Environmental Geochemistry and Health

, Volume 36, Issue 2, pp 225–233 | Cite as

Characterization of indoor dust from Brazil and evaluation of the cytotoxicity in A549 lung cells

  • E. DeschampsEmail author
  • P. G. Weidler
  • F. Friedrich
  • C. Weiss
  • S. Diabaté
Original Paper


Over the past decade, ambient air particulate matter (PM) has been clearly associated with adverse health effects. In Brazil, small and poor communities are exposed to indoor dust derived from both natural sources, identified as blowing soil dust, and anthropogenic particles from mining activities. This study investigates the physicochemical and mineralogical composition of indoor PM10 dust samples collected in Minas Gerais, Brazil, and evaluates its cytotoxicity and inflammatory potential. The mean PM10 mass concentration was 206 μg/m3. The high dust concentration in the interior of the residences is strongly related to blowing soil dust. The chemical and mineralogical compositions were determined by ICP-OES and XRD, and the most prominent minerals were clays, Fe-oxide, quartz, feldspars, Al(hydr)oxides, zeolites, and anatase, containing the transition metals Fe, Cr, V, Ni, Cu, Zn, Ti, and Mn as well as the metalloid As. The indoor dust samples presented a low water solubility of about 6 %. In vitro experiments were carried out with human lung alveolar carcinoma cells (A549) to study the toxicological effects. The influence of the PM10 dust samples on cell viability, intracellular formation of reactive oxygen species (ROS), and release of the pro-inflammatory cytokine IL-8 was analysed. The indoor dust showed little effects on alamarBlue reduction indicating unaltered mitochondrial activity. However, significant cell membrane damage, ROS production, and IL-8 release were detected in dependence of dose and time. This study will support the implementation of mitigation actions in the investigated area in Brazil.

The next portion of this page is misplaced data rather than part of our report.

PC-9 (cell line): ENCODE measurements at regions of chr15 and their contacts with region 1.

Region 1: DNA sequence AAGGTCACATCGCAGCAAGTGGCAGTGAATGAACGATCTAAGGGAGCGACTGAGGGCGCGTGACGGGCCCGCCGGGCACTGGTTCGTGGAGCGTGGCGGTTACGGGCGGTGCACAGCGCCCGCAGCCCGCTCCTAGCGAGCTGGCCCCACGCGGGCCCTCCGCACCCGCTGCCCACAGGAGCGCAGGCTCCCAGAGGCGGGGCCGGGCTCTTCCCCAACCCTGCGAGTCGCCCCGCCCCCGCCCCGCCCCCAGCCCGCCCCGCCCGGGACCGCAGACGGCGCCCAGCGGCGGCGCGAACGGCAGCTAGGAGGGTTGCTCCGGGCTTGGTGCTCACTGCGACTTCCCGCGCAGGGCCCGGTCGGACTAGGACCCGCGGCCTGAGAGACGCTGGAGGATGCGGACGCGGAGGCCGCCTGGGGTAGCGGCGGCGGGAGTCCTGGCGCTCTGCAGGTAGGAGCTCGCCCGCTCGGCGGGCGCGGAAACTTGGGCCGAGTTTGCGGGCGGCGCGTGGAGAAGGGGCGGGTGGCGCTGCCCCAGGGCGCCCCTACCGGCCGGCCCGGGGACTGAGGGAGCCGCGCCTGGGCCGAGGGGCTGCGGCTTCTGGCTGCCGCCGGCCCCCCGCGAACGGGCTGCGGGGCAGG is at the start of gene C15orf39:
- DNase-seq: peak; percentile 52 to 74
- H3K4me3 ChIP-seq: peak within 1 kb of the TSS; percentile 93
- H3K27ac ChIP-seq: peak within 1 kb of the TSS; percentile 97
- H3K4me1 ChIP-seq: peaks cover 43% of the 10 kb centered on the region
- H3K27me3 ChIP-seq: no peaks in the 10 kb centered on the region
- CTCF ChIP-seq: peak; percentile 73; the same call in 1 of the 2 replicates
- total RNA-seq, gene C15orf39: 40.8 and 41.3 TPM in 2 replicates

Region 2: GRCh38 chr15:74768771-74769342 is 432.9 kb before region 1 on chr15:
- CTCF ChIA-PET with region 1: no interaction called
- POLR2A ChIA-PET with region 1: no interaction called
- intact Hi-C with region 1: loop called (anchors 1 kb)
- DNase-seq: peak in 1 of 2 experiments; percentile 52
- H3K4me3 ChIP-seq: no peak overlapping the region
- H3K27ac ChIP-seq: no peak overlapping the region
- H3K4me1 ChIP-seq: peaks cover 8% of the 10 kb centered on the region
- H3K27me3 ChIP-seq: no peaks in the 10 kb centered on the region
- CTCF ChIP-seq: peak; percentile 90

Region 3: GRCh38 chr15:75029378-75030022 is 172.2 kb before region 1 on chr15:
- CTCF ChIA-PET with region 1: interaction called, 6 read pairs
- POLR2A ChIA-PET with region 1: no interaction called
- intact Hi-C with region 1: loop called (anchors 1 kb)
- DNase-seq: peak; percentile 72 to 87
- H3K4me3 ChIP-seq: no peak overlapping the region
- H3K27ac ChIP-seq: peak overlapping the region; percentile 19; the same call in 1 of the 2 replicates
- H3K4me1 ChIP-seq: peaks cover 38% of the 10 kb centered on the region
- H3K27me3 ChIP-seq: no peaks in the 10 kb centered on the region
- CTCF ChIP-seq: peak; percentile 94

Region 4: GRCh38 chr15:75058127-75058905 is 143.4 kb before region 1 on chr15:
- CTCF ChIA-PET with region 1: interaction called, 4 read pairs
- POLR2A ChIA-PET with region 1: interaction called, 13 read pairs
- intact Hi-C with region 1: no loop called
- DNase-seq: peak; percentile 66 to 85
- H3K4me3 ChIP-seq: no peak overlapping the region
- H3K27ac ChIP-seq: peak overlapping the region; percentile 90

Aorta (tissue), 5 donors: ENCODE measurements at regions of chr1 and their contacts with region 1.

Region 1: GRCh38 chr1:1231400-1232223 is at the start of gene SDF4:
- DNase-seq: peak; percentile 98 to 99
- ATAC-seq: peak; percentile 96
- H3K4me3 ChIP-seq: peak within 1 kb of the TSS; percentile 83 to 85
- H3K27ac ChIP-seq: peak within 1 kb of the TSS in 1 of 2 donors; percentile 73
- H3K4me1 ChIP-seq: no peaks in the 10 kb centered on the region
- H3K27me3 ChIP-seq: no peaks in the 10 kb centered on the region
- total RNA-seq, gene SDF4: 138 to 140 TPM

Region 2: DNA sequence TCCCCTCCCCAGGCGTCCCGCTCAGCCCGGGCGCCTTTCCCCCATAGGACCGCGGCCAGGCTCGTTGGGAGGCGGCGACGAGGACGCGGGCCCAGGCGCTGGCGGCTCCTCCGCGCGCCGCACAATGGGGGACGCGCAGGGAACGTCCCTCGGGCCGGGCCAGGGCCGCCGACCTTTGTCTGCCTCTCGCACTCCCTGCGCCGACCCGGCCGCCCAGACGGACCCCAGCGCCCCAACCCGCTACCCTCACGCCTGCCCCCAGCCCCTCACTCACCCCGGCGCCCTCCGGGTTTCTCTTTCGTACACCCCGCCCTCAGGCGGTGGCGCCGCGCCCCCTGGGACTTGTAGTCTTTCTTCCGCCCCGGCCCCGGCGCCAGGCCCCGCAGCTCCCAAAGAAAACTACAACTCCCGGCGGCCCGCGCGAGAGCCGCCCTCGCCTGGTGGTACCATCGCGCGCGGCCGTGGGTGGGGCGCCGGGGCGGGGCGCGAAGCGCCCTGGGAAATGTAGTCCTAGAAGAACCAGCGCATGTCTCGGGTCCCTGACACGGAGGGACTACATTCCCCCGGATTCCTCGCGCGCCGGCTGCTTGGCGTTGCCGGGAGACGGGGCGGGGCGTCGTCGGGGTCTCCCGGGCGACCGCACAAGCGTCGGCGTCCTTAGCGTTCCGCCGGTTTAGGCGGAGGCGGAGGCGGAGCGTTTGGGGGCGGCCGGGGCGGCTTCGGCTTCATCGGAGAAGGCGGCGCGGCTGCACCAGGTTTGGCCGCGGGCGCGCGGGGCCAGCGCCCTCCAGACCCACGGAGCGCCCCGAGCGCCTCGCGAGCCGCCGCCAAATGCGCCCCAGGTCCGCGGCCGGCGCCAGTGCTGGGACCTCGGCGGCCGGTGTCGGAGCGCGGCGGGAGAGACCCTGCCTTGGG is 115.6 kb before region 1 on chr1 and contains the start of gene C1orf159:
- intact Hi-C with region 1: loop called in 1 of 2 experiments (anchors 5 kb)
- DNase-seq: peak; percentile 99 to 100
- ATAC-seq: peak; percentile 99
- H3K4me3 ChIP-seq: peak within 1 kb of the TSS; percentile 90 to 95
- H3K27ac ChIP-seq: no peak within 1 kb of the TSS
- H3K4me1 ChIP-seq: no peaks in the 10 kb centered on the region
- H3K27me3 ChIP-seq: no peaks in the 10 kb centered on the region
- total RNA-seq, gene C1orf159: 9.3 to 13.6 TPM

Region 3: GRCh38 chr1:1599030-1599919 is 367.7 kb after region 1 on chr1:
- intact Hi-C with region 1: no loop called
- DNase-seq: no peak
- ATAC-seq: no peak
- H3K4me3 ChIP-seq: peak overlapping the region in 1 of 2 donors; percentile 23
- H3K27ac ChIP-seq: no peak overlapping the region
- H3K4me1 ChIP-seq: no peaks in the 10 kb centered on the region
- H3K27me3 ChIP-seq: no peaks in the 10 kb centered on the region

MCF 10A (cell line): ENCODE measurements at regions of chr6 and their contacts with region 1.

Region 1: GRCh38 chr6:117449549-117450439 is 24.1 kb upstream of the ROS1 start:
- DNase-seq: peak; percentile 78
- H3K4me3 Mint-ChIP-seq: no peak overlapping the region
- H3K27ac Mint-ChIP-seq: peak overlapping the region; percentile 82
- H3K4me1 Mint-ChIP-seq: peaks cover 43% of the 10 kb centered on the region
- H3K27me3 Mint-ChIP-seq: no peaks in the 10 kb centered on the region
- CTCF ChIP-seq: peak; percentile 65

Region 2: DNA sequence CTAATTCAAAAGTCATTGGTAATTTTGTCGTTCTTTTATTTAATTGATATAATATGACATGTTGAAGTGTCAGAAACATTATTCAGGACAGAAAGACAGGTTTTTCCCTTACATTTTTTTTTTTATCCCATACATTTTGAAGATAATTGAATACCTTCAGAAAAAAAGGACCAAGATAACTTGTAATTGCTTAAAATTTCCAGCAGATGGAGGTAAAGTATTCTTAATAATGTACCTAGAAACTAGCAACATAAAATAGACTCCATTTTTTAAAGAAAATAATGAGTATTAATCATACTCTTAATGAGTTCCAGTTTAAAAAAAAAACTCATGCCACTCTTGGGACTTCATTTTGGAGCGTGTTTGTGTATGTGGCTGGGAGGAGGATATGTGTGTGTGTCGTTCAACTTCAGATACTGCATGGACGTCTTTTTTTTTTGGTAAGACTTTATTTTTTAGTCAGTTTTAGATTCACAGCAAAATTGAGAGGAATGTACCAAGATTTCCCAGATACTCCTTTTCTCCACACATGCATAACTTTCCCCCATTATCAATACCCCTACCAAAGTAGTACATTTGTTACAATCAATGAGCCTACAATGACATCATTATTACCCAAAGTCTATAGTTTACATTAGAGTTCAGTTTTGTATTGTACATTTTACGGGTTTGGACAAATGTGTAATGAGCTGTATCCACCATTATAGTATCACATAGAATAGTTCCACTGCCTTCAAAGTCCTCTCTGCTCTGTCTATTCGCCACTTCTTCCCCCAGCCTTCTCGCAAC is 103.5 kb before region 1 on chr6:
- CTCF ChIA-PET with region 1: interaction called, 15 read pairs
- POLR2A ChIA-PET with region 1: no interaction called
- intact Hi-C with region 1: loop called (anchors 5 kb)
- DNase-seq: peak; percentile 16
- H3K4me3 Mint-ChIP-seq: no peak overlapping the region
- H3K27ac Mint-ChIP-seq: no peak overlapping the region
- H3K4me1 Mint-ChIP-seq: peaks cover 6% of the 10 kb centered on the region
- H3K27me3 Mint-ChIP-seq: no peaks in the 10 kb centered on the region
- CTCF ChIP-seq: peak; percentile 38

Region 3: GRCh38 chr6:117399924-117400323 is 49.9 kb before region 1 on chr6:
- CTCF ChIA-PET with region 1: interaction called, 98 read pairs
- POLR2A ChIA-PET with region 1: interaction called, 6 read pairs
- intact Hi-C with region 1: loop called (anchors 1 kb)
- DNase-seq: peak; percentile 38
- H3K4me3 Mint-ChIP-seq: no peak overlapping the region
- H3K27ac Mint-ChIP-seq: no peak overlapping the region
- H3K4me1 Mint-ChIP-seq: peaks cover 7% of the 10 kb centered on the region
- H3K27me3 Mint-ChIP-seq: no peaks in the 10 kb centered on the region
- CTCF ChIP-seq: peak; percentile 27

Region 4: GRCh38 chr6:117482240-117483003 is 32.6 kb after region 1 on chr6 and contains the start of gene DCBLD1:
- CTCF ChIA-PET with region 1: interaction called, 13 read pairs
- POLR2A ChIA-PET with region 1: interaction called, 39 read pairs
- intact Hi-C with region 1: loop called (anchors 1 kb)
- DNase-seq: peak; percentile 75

Indoor dust Brazil Environment Cytotoxicity Arsenic 



The authors thankfully acknowledge financial support from the Brazilian Research Foundation of Minas Gerais—FAPEMIG and also from KIT Campus South; Dr. Utz Kramar for the ED-XRF measurements and Dr. Stefan Norra and Nina Schleicher for the PM10 samplers. We also thank Prof. Dr. Matschullat for the support during the sampling campaign and Dr. Rodrigo Estevão Texeira for the precious comments and suggestions.

Conflict of interest

The authors declare that they have no conflict of interest.


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Copyright information

© Springer Science+Business Media Dordrecht 2013

Authors and Affiliations

  • E. Deschamps
    • 1
    Email author
  • P. G. Weidler
    • 2
  • F. Friedrich
    • 2
  • C. Weiss
    • 3
  • S. Diabaté
    • 3
  1. 1.Environmental Agency FeamFumec UniversityBelo HorizonteBrazil
  2. 2.Institute of Functional InterfacesKIT Campus NorthKarlsruheGermany
  3. 3.Institute of Toxicology and GeneticsKIT Campus NorthKarlsruheGermany

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